In July school was still out for the summer, but when we reached out for an interview we found Crisp County Middle School Principal Brandon Williams hard at work at his desk. After receiving a Partners for Breakfast in the Classroom grant, Crisp County Middle School students are now starting their day with a nutritious meal in a calm environment—two things growing kids need, said Williams.
“My first experience with breakfast-in-the-classroom was as a teacher,” he recalled. “It created a very quiet, calm morning. We didn’t have a ruckus in the cafeteria, we didn’t have students lingering in the hallways, and teachers did not feel rushed.”
Brandon Williams started his career in education in 2004 as a special education teacher working with students with disabilities and behavior disorders. His experience with BIC as an educator was so positive that it stuck with him. Years later, when he became a principal, Williams thought BIC might be a good fit for his students at Crisp Middle as well.
“When I came here, we had breakfast in the cafeteria and whatever happened over the weekend was going to be a discussion in the cafeteria on Monday morning,” recalled Williams. “And if that was a fight or a conflict—even if it was between adults—the kids would bring that in with them. It wasn’t a huge issue, but it was an issue. I thought about it and I knew that if we could eliminate those conflicts our teachers wouldn’t have to deal with them first thing in the morning.”
So Williams set out to bring breakfast-in-the-classroom to his students. First, he approached his nutrition director and cafeteria manager for input; when they indicated interest and enthusiasm, Williams knew funding would be next.
“When we started talking about it, we had to talk about how to fund it,” he said. “And then the Partners for Breakfast in the Classroom grant opportunity came along and it was just wonderful.”
After Williams and his staff secured grant funding, the next stop was stakeholder engagement. How would teachers, custodians, parents, and students respond to breakfast-in-the-classroom? Parents were accepting, but reception among staff was mixed. According to Williams once his teachers and custodians had a chance to ask questions and learn more about the program, support was forthcoming.
“I had some teachers and custodians express concerns,” recalled Williams. “Custodian concerns included questions about arriving early to set up, trash pick-up, and classroom messes. That echoed teachers’ concerns about messes and stickiness in the classroom from syrup or juice. My reply was that no one would have to come in early—cafeteria staff handles that—and duties after BIC would look a lot like duties now. Custodians would still be checking hallways, picking up trash, and emptying trash, but we bought a big rolling trash can for the hallway.”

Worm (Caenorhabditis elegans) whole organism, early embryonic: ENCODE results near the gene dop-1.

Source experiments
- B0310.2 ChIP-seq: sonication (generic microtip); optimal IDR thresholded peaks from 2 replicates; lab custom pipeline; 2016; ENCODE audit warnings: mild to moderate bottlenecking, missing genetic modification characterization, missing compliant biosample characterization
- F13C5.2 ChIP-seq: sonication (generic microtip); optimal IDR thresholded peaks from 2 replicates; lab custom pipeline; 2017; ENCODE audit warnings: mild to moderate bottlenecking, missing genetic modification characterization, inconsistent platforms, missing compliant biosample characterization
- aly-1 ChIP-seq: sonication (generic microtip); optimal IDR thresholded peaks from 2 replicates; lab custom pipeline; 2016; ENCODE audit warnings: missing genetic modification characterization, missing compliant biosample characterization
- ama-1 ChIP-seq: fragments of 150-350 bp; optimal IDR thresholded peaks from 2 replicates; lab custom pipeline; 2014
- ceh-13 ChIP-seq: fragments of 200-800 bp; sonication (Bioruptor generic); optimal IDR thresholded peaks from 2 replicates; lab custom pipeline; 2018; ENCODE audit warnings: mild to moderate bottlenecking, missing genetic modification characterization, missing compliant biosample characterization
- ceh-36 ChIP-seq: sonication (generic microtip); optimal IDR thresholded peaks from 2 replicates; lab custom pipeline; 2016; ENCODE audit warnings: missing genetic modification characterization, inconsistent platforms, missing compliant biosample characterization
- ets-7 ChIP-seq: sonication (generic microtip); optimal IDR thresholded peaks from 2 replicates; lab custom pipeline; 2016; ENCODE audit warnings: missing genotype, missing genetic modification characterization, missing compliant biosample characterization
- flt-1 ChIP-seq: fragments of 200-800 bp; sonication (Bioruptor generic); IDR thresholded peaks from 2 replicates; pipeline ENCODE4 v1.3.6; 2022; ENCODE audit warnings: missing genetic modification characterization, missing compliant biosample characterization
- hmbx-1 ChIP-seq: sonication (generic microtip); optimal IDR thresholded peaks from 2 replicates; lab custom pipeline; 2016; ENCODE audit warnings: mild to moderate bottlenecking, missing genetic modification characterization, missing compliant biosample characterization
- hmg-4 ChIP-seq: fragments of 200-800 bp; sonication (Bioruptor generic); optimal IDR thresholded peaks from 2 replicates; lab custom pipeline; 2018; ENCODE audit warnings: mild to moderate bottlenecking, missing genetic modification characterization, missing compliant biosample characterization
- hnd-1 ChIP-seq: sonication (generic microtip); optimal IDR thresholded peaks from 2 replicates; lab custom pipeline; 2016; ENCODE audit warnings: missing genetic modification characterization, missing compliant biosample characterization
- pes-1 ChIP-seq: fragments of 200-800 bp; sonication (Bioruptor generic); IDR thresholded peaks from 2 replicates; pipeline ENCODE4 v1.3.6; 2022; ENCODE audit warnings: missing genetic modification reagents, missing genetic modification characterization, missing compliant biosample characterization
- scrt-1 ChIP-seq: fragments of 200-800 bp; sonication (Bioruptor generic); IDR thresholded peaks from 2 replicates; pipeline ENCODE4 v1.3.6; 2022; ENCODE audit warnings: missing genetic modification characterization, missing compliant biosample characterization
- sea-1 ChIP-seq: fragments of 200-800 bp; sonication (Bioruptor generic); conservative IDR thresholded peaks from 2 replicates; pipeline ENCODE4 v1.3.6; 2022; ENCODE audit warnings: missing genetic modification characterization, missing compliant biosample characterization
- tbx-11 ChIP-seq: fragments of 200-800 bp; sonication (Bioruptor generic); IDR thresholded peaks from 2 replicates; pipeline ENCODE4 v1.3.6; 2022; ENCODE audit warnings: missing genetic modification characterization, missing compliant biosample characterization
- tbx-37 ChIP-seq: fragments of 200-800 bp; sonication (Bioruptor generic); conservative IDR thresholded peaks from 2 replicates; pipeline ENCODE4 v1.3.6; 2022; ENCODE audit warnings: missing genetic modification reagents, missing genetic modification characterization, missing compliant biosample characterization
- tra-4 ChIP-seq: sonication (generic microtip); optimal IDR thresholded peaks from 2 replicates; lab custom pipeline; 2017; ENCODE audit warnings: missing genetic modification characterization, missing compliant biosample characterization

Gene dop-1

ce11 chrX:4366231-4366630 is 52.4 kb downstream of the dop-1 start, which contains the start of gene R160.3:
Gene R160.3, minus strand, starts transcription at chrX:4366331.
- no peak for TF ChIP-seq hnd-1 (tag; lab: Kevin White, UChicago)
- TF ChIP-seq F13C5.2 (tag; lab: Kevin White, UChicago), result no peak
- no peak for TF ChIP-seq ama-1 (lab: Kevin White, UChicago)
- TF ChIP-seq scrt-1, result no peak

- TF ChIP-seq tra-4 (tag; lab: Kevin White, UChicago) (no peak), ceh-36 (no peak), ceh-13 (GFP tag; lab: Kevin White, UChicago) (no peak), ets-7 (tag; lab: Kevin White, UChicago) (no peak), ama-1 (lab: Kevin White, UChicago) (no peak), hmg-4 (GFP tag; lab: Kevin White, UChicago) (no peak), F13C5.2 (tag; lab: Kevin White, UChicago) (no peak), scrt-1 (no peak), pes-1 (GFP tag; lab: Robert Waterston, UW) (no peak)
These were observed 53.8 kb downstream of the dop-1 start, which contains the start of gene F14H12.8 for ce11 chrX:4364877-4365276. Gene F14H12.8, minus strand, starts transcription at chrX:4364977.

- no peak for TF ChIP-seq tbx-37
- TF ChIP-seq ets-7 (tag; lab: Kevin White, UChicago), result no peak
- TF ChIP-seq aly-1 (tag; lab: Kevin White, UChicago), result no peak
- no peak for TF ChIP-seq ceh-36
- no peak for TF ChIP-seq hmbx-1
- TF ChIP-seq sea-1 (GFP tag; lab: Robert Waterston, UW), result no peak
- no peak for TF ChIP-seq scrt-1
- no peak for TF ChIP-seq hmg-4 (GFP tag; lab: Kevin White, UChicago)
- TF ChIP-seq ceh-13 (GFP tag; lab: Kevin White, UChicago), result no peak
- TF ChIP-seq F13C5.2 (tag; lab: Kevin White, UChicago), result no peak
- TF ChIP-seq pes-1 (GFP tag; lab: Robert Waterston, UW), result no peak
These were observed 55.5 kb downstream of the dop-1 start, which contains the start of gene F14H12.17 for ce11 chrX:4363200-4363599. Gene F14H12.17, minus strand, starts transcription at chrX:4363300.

To allay teachers’ concerns about messes and pests, the nutrition department ensured that every classroom at Crisp Middle School was equipped with spray bottles and paper towels.
“We found that the students really cleaned up after themselves, and we didn’t see any big increase in spills or messes or insects,” said Williams. “The benefits of the program for the students far outweigh those concerns now, and custodians are fine with BIC as are our teachers.”
In fact, BIC has become a great opportunity for teachers to connect with the students one-on-one, something that Williams said was a priority for him when taking on the principal position at Crisp Middle School.
“One thing I’ve encouraged since I became principal is relationship-building between teachers and students. When you get to know students you can establish a trust, and without that trust we lose a lot of kids. Breakfast-in-the-classroom gives students and teachers an opportunity to spend time together. A teacher can say, ‘Hey, come eat breakfast with me, tell me about your weekend, how is your day going?’ With [BIC] the students come straight to the classroom, to the teachers, but there wasn’t time for that before.”
As a principal champion for breakfast-in-the-classroom, we were curious about how Williams encourages other administrators to keep an open mind about an alternative breakfast service.
“The main thing I tell other administrators is that it has helped us decrease discipline issues,” he said. “My discipline issues have decreased each year, including a big decrease last year, and I know breakfast-in-the-classroom played a role. Mornings are calm now, where before we would have to put out so many fires.”
Williams also cites an unintended benefit of the program: his cafeteria staff gets out of the cafeteria and into the building during breakfast service, giving everyone an opportunity to see each other and get to know one another in a different environment.
“My cafeteria staff likes being out among the [students],” he shared. “They are the ones who transport the food to various locations, and they have the chance to interact with the kids out in the hallways. The kids come through in smaller groups than on the serving line, so the staff can actually learn more about each student.”
Given the benefits and strong stakeholder support, Williams says breakfast-in-the-classroom is here to stay at Crisp County Middle.
“We will definitely be continuing with breakfast-in-the-classroom!” he said. “It’s a wonderful program and we love it.”